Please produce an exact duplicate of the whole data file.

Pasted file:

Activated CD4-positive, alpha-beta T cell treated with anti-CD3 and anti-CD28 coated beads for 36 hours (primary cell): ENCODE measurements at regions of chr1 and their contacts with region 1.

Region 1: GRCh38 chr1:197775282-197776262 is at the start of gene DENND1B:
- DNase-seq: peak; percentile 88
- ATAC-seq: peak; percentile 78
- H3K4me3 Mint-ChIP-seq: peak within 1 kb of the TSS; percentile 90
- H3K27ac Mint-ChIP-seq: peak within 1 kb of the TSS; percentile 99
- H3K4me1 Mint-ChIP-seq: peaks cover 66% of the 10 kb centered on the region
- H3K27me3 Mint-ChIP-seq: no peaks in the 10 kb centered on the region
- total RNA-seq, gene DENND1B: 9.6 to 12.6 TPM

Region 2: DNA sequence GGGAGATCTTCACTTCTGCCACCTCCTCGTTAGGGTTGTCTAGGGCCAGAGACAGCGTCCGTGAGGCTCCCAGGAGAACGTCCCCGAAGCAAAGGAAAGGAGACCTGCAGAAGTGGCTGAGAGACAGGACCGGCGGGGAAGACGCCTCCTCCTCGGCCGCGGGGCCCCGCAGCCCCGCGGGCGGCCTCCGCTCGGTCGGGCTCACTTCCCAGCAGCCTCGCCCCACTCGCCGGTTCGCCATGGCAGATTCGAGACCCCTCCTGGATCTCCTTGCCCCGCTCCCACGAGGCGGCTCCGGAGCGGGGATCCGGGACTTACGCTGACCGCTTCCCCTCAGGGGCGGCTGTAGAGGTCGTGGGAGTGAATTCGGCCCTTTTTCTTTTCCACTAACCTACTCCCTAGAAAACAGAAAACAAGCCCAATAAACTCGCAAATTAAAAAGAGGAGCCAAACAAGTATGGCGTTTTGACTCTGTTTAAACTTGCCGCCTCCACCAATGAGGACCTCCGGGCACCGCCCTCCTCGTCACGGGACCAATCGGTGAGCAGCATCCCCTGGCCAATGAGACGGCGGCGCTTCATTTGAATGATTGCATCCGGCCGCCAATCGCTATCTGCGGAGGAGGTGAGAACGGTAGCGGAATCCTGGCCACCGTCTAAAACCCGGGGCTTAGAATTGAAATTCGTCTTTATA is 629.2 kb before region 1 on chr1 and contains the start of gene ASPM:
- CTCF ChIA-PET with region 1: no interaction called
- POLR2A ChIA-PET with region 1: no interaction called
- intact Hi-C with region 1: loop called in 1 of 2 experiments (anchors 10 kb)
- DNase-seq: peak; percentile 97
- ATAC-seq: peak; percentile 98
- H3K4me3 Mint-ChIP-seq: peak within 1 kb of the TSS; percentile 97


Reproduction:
Activated CD4-positive, alpha-beta T cell treated with anti-CD3 and anti-CD28 coated beads for 36 hours (primary cell): ENCODE measurements at regions of chr1 and their contacts with region 1.

Region 1: GRCh38 chr1:197775282-197776262 is at the start of gene DENND1B:
- DNase-seq: peak; percentile 88
- ATAC-seq: peak; percentile 78
- H3K4me3 Mint-ChIP-seq: peak within 1 kb of the TSS; percentile 90
- H3K27ac Mint-ChIP-seq: peak within 1 kb of the TSS; percentile 99
- H3K4me1 Mint-ChIP-seq: peaks cover 66% of the 10 kb centered on the region
- H3K27me3 Mint-ChIP-seq: no peaks in the 10 kb centered on the region
- total RNA-seq, gene DENND1B: 9.6 to 12.6 TPM

Region 2: DNA sequence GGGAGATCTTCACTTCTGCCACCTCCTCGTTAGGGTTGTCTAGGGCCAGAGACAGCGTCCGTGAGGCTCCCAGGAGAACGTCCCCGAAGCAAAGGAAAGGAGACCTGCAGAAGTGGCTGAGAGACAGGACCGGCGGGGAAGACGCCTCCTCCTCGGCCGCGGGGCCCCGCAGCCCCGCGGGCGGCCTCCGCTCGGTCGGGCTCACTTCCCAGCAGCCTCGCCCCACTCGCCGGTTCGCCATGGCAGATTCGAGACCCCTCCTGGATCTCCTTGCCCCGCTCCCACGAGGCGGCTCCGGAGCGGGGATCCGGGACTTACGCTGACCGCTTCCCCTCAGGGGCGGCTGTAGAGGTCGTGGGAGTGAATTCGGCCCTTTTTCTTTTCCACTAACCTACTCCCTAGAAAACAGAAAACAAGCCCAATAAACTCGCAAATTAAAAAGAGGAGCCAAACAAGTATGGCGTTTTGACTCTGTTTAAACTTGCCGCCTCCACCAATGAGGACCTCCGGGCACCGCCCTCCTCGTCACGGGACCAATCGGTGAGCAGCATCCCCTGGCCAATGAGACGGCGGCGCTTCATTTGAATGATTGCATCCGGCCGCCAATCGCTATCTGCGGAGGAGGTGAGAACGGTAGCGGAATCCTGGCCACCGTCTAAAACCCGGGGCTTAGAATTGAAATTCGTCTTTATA is 629.2 kb before region 1 on chr1 and contains the start of gene ASPM:
- CTCF ChIA-PET with region 1: no interaction called
- POLR2A ChIA-PET with region 1: no interaction called
- intact Hi-C with region 1: loop called in 1 of 2 experiments (anchors 10 kb)
- DNase-seq: peak; percentile 97
- ATAC-seq: peak; percentile 98
- H3K4me3 Mint-ChIP-seq: peak within 1 kb of the TSS; percentile 97